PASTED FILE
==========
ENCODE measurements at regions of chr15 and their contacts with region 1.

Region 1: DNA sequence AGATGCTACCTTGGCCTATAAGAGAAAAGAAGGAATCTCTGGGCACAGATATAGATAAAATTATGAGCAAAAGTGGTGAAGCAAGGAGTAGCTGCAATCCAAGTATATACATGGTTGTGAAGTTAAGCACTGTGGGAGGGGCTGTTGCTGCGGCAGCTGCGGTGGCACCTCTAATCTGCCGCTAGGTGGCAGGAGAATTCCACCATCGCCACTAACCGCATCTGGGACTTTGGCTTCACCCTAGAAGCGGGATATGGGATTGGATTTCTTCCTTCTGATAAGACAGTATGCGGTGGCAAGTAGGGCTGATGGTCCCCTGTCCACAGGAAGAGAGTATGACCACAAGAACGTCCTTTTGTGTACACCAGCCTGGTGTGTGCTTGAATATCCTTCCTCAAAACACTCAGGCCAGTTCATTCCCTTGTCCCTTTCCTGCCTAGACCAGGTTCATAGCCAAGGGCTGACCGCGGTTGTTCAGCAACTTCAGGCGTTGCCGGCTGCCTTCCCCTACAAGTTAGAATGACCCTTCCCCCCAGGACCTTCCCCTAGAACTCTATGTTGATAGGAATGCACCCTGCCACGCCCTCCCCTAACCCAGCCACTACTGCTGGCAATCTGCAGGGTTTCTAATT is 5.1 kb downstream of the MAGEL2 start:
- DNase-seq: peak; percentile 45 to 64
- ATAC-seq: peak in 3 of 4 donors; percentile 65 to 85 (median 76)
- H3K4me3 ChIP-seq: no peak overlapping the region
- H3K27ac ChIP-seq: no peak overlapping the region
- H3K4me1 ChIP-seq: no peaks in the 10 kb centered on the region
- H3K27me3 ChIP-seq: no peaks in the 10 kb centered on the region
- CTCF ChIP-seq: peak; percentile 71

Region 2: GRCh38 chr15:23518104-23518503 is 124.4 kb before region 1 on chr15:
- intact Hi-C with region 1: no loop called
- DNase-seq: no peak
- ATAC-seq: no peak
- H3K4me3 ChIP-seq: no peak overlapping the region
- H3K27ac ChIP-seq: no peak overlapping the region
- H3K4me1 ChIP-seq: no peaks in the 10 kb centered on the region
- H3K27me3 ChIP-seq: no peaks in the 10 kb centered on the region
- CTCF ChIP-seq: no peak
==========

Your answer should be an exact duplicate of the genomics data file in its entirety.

ENCODE measurements at regions of chr15 and their contacts with region 1.

Region 1: DNA sequence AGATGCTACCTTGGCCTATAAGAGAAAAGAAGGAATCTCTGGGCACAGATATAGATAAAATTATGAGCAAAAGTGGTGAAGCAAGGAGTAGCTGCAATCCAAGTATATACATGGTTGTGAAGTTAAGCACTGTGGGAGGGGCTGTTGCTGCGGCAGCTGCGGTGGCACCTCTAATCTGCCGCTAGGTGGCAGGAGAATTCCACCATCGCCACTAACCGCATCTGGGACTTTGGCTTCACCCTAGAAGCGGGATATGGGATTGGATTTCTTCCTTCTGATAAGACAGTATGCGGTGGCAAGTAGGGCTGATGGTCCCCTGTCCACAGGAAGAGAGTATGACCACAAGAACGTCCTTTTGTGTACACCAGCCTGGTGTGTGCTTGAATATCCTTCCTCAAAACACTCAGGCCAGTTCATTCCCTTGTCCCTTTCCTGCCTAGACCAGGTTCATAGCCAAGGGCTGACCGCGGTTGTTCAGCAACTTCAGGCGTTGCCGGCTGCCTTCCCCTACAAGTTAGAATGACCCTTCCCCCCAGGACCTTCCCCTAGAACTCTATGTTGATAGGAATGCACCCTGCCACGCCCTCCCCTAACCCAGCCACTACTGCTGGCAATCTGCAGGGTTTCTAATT is 5.1 kb downstream of the MAGEL2 start:
- DNase-seq: peak; percentile 45 to 64
- ATAC-seq: peak in 3 of 4 donors; percentile 65 to 85 (median 76)
- H3K4me3 ChIP-seq: no peak overlapping the region
- H3K27ac ChIP-seq: no peak overlapping the region
- H3K4me1 ChIP-seq: no peaks in the 10 kb centered on the region
- H3K27me3 ChIP-seq: no peaks in the 10 kb centered on the region
- CTCF ChIP-seq: peak; percentile 71

Region 2: GRCh38 chr15:23518104-23518503 is 124.4 kb before region 1 on chr15:
- intact Hi-C with region 1: no loop called
- DNase-seq: no peak
- ATAC-seq: no peak
- H3K4me3 ChIP-seq: no peak overlapping the region
- H3K27ac ChIP-seq: no peak overlapping the region
- H3K4me1 ChIP-seq: no peaks in the 10 kb centered on the region
- H3K27me3 ChIP-seq: no peaks in the 10 kb centered on the region
- CTCF ChIP-seq: no peak